How to win with the ESRC’s Secondary Data Analysis Initiative

By Michael Reilly


ESRC Research Grant success rates for business and management researchers are challenging. For the last few years, roughly 1 in 20 applications get the nod. But other ESRC funding opportunities offer much better rates of return. Of 96 outline bids submitted to the Secondary Data Analysis Initiative, 18 were fully funded. A briefing session organised by venerable Research Services Funding Officer Brian Lingley that also starred Dr Tina Haux of SPSSR on the 4 February 2016 offered valuable advice.


Your project should have a time-scale of up to 18 months. Funding up to £200K is available. Applications are evaluated in March, July and November so apply 3-4 months in advance of these dates.You can also use non-ESRC datasets where appropriate. But the research should be UK-focused unless theoretically justified. You’ll also need an ECR attached to the project. The ECR should not be just a “data monkey but should have a substantive role – author, dissemination, skills development, possibly training opportunities etc. Take note that development opportunities for the next generation of researchers are very important to the ESRC. On balance though, making the ECR the PI is probably a stretch.

Both impact and innovation are important

Try to identify and communicate with potential consumers of the research. Be creative about this – involve stakeholders from the start and collaborate throughout the project. Use sophisticated dissemination – plain vanilla seminars are deemed no longer sufficient. Letters of support from non-academic stakeholders will help your case for funding. Be innovative with the data or your method. Think about combining data sources. For example, look at data linkage done by ADRN Network.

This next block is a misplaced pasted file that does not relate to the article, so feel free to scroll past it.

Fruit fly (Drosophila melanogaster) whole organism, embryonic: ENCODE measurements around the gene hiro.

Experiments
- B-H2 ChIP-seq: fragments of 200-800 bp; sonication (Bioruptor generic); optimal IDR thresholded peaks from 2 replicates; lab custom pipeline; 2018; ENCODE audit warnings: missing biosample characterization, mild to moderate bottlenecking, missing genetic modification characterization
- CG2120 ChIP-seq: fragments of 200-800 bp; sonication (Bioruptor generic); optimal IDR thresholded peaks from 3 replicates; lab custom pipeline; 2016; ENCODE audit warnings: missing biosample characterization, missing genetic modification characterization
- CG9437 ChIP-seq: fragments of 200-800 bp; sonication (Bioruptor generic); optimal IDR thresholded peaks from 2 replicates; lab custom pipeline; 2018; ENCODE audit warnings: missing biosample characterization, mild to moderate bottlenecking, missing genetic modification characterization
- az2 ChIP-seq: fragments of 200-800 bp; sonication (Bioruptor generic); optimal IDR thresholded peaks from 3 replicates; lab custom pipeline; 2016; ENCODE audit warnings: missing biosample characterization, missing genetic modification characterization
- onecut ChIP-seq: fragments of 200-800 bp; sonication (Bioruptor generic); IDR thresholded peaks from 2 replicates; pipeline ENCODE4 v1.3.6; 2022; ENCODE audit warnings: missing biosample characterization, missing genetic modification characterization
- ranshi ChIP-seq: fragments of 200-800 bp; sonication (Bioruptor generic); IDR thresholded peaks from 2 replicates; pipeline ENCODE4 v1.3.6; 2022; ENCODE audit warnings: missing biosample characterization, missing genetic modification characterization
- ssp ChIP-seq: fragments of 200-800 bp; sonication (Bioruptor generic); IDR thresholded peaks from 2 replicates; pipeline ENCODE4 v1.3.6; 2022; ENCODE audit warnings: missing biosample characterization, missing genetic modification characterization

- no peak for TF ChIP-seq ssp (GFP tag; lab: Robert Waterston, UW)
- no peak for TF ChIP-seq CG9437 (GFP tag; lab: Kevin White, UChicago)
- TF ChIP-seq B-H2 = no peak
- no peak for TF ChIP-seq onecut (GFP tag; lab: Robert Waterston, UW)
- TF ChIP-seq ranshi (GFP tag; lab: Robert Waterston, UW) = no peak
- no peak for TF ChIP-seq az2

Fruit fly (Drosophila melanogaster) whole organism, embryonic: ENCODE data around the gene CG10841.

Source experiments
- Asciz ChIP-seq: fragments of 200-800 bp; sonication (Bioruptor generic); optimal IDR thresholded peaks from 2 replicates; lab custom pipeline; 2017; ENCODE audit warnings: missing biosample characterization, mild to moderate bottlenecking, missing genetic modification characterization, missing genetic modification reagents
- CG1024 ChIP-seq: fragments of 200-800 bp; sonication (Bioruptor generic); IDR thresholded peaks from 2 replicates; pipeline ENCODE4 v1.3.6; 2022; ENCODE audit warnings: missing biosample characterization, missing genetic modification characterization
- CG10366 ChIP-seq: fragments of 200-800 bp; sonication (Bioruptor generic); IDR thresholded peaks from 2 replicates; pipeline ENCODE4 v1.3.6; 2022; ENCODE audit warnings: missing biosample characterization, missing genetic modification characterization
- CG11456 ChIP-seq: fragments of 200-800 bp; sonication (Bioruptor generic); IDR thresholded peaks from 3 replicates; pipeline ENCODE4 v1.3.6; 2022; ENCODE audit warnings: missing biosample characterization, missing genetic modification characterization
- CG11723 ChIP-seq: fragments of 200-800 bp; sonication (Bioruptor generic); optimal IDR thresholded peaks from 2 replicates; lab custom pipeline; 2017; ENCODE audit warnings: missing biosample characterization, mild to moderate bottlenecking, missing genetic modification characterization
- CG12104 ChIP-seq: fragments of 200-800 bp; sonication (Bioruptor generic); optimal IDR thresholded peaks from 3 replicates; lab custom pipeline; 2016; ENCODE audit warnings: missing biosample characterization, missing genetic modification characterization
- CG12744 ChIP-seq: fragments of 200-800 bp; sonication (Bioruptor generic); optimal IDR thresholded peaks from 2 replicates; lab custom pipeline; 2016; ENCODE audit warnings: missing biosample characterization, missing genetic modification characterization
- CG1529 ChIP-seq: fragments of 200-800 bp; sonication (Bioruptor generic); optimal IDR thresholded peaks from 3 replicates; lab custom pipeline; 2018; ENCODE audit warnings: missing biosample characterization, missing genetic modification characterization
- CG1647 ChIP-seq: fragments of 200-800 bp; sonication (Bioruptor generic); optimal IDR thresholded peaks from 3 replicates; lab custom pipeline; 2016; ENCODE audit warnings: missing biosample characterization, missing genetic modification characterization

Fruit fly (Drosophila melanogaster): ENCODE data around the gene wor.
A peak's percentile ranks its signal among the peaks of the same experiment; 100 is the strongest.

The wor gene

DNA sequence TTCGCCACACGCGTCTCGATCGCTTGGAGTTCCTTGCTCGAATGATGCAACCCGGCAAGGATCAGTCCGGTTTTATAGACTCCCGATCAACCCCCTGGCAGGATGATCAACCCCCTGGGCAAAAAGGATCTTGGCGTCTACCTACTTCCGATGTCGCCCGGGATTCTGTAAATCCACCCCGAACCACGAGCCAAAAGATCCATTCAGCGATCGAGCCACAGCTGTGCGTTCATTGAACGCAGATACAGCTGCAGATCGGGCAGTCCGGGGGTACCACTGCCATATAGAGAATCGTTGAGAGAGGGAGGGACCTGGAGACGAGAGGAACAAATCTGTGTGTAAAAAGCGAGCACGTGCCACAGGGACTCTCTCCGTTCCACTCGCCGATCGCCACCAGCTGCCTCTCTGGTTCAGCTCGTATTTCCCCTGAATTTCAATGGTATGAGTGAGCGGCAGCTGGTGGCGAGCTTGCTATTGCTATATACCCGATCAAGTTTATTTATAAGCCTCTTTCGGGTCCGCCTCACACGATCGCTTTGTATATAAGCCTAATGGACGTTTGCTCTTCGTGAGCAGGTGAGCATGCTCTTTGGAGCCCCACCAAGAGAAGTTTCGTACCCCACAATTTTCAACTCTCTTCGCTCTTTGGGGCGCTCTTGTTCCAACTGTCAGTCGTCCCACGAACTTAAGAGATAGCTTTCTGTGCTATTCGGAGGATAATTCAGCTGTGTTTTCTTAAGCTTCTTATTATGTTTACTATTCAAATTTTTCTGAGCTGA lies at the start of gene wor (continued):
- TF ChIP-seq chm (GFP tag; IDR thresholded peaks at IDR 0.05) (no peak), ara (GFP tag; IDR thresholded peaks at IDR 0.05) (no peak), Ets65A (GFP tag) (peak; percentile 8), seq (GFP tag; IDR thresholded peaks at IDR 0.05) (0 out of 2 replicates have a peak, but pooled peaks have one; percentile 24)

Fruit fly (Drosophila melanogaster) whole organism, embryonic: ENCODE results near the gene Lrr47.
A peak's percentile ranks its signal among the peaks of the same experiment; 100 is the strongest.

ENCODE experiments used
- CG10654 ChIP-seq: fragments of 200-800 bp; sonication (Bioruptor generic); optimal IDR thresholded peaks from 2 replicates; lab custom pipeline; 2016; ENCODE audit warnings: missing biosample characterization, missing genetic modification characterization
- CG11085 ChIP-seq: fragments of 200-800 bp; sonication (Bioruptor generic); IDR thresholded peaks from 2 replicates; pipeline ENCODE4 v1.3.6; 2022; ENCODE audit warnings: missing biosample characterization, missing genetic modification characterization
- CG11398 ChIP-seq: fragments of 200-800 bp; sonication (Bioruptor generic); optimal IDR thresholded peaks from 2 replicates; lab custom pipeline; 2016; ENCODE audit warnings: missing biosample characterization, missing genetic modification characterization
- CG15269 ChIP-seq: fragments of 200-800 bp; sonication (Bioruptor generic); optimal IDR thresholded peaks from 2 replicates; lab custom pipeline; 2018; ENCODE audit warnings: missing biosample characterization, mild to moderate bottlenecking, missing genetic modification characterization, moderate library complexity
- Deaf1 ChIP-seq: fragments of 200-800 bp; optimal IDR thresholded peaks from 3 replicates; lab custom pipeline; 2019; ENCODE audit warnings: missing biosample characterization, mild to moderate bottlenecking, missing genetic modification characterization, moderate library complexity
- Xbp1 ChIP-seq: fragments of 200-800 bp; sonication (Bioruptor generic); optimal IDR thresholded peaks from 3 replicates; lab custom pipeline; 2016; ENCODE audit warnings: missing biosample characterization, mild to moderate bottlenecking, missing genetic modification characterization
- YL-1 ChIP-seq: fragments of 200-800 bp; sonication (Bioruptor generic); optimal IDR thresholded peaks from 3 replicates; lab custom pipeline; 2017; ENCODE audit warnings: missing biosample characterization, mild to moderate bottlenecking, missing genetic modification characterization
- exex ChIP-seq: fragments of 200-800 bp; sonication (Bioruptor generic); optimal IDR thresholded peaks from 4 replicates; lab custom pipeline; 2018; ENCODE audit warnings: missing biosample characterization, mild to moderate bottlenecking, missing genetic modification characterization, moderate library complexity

How are proposals assessed?

Shortlisting is carried out by 2 academics and 1 user review who will subsequently introduce these proposals to a Review Panel. The Review Panel also has 2 academics and 1 user who could be economists, sociologists, political scientists, industry experts, govt folks etc. By now you will need a supporter in the room – and so be clear in communicating your proposal because no one will necessarily be an expert in your field. Introducers use a 10 point scale to assess, whereas Reviewers use a 6 point scale. Costs tend not to be discussed unless people from other countries are involved in your bid.

In practice what are the criteria for success?

In no particular order: 1) Contribution to knowledge; 2) Innovation; 3) Letters of support/external collaboration; 4) ECR role; 5) Important topic; 6) You can deliver i.e. publications, impact; 7) Clarity on case for funding; 8) Professorial Lead. Dr Tina Haux who is often asked to sit on the Review Panel is  happy to informally peer review any proposals. Examples of funded projects can be found here –,

Good Luck!

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